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Psychological Effects Of Long

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The Psychological Effects of an Injury

With every injury it is important to remember that the athlete will be affected mentally. Not all athletes will act identically to the same injury. Although research shows there are factors that are commonly seen among athletes going through adjustment to injury and rehabilitation. There are three reactive phases of the injury and rehab process. They are reaction to injury, reaction to rehabilitation, and reaction to return to competition or career termination. The reactions fall into four time frames: short term, long term, chronic, and termination.
In the scenario the athlete was diagnosed with a second degree ankle sprain. This would fall under the category of a long term injury. A long term injury is one where the rehabilitation time is longer than four weeks and may take up to a year. Some other examples of injuries in this category would be fractures, orthopedic and general surgeries, second and third degree sprain and strains, and debilitating injuries.
In the reaction to the injury itself, there is a primary reaction followed by a secondary reaction. With this ankle sprain, a common primary reaction is that of fear. This athlete can be afraid of many things ranging from them never getting better to never getting to play again to being afraid of the unknown. In order to conquer this fear the athletic trainer needs to help reassure the athlete about their injury. This can be done by presenting the truth about the injury and rehab process in a manner they can understand and gaining the athlete’s trust in the athletic trainer.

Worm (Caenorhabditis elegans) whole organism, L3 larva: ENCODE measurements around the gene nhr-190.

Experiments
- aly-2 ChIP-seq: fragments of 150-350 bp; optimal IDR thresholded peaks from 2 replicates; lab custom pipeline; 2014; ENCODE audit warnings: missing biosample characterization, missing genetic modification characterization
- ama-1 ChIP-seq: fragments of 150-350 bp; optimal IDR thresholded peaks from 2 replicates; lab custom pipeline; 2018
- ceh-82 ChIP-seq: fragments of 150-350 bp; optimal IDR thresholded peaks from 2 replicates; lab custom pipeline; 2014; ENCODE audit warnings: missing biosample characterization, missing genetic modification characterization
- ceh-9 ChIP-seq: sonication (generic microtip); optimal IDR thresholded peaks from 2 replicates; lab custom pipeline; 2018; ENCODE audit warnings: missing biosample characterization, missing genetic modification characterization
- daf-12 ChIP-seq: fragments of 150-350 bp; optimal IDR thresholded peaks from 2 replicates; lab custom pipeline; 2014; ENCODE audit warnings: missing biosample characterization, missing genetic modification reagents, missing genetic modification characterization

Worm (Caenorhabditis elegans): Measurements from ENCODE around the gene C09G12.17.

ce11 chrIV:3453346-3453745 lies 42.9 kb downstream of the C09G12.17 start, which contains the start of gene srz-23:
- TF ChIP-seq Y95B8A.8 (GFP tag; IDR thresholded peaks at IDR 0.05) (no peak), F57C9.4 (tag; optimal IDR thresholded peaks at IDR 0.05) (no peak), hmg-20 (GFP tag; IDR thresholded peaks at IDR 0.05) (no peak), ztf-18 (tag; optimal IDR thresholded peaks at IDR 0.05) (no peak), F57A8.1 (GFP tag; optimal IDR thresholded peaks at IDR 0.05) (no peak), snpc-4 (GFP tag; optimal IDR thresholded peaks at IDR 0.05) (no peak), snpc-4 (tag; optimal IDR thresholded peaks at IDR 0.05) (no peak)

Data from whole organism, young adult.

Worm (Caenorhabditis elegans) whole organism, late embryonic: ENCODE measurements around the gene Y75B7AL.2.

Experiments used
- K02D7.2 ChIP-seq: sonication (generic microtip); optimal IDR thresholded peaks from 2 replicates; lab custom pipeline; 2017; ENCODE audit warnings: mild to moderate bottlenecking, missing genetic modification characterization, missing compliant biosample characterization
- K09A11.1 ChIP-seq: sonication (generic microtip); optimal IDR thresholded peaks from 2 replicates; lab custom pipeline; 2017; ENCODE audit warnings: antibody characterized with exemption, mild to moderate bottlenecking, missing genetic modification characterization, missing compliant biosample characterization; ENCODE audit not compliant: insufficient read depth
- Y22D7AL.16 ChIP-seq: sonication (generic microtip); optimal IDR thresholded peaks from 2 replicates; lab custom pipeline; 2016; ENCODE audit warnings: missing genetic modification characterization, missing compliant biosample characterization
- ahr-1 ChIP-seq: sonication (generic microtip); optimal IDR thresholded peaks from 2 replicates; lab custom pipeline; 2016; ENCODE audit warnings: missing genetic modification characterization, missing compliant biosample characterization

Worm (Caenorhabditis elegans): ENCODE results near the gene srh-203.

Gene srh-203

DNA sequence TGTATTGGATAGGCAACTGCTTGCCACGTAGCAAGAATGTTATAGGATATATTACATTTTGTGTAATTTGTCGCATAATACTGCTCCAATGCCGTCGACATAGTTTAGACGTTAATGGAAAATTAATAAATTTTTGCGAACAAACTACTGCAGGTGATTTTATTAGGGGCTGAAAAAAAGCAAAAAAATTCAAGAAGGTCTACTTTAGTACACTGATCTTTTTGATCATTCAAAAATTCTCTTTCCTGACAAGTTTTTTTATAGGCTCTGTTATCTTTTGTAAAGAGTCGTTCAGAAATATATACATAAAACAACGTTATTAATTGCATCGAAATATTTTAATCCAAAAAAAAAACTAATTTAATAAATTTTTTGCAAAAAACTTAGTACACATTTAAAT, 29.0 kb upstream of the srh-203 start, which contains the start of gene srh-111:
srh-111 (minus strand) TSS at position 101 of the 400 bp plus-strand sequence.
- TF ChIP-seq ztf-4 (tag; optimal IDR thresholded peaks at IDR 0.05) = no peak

A common secondary reaction is anger. During this time the athlete may have an angry or hostile attitude and the person around the athlete at the time often takes the force of the anger. It is usually just a release for the athlete not a personal attack on the trainer.
This athlete will also have reactions to their rehabilitation. Loss of vigor and irrational thoughts are the primary reactions to long term rehab. The thing the trainer needs to be aware of at this point in time is that the loss of vigor can be masked as depression. The athlete experiencing loss of vigor will not have the same spirit as they usually do, but they will not have the common signs and symptoms of true depression. The athlete needs to understand that these feelings are normal as long as there are no signs of clinical depression.
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